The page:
The people behind Proposition 64, the initiative that would legalize recreational marijuana in California, recently showed off minority support for the Nov. 8 measure.
Lt. Gov. Gavin Newsom introduced a parade of people of color at a downtown Los Angeles event touting the advantages of legalization for minority communities. He argued that fewer African-Americans and Latinos would be arrested and that they would get a shot at opening cannabis businesses post-legalization.
“The status quo has wasted billions of taxpayer dollars, woefully failed to protect our children, and created new generations of career criminals,” he said. “The only ones who benefit under prohibition are illegal operators, black-market dealers and drug cartels.”
Backing Newsom was backed by U.S. Rep. Ted W. Lieu of L.A.’s South Bay area, who said legalization wouldn’t bring lawlessness, just justice.
“As a military veteran and prosecutor, I know what it takes to protect the public safety,” he said. “Proposition 64 creates a legal, responsible and regulated framework for marijuana that is fiscally responsible, smartly builds on what California has already done with medical marijuana and provides necessary protections for local governments and law enforcement agencies.”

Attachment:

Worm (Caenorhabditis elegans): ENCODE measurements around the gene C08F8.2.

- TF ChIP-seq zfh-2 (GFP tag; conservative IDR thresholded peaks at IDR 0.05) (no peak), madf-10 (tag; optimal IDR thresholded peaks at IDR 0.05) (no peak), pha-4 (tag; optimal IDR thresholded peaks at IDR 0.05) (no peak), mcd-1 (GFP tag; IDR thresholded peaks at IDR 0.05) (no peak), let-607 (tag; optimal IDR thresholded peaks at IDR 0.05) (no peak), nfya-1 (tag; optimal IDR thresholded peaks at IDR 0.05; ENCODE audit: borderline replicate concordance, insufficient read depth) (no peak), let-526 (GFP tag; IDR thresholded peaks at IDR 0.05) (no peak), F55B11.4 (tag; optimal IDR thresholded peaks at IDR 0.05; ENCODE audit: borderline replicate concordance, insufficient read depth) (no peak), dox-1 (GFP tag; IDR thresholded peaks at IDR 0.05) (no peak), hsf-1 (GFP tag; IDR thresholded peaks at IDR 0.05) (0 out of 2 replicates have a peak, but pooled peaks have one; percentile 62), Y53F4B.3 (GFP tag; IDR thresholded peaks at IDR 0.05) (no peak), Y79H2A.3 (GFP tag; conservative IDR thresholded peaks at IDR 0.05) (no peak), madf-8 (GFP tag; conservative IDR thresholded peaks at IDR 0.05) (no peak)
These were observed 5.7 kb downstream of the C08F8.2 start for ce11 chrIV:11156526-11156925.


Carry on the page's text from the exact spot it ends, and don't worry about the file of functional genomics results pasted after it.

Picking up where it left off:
State Assemblywoman Cristina Garcia of Southeast L.A. County said it’s time California voters ended disproportionate arrests and prosecution for minorities accused of minor drug crimes.
“Proposition 64 will end the injustice of a war on marijuana that targets communities of color and focus our public resources on proven solutions – such as education, prevention, youth programs and job training,” she said.
State Assemblyman Reggie Jones-Sawyer of L.A. said the measure would enhance taxes and allow authorities to keep an eye on the pot business instead of having it thrive underground.
“As a co-author of the new Medical Marijuana laws signed by Governor Brown, I support Proposition 64 because it builds on that regulatory structure and strengthens it by adding a tax structure that will finally allow state and local government to offset the community impacts of the marijuana industry – as we do with every other legal industry,” he said.